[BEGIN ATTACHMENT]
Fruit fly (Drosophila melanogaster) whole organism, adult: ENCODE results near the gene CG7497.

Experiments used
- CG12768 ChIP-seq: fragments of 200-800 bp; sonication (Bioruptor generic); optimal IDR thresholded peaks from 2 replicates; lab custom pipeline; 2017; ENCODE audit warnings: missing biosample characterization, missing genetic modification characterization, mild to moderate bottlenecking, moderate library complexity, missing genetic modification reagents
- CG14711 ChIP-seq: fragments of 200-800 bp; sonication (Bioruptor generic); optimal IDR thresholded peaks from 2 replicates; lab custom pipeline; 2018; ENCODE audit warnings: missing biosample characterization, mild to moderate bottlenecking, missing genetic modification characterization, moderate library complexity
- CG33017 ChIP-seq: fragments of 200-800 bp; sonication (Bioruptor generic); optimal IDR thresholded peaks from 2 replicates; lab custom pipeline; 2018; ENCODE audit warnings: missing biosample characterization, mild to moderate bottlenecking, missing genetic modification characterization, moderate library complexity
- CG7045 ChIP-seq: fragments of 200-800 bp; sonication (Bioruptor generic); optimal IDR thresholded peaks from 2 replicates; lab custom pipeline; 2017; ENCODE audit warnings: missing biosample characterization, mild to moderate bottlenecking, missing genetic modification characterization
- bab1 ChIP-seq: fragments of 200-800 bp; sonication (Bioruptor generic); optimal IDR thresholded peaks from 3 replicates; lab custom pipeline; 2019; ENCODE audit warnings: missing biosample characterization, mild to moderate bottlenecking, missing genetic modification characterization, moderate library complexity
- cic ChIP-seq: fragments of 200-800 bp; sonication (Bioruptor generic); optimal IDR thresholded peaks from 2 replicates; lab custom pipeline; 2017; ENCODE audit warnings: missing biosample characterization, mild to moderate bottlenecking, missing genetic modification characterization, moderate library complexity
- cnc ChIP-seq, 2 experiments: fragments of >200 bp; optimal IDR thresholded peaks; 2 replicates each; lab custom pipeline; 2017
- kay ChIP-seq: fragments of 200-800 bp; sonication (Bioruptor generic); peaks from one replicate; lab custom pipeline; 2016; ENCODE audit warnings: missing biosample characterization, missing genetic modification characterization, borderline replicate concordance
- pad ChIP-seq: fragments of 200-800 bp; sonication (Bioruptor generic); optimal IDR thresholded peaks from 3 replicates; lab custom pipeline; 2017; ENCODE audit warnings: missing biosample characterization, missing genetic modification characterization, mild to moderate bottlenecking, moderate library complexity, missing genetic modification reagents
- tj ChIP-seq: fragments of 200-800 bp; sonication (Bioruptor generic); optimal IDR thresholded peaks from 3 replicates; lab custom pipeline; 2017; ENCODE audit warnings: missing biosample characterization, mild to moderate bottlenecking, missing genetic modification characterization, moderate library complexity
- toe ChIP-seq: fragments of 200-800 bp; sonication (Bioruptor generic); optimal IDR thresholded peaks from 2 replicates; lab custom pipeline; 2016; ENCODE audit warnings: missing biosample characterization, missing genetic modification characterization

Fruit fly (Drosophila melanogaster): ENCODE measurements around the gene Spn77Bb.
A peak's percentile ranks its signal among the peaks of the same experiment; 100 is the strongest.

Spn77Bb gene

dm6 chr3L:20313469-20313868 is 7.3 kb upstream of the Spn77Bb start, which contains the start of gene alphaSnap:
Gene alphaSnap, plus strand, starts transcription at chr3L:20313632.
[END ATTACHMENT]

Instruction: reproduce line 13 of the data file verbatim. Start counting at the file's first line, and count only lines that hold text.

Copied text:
- toe ChIP-seq: fragments of 200-800 bp; sonication (Bioruptor generic); optimal IDR thresholded peaks from 2 replicates; lab custom pipeline; 2016; ENCODE audit warnings: missing biosample characterization, missing genetic modification characterization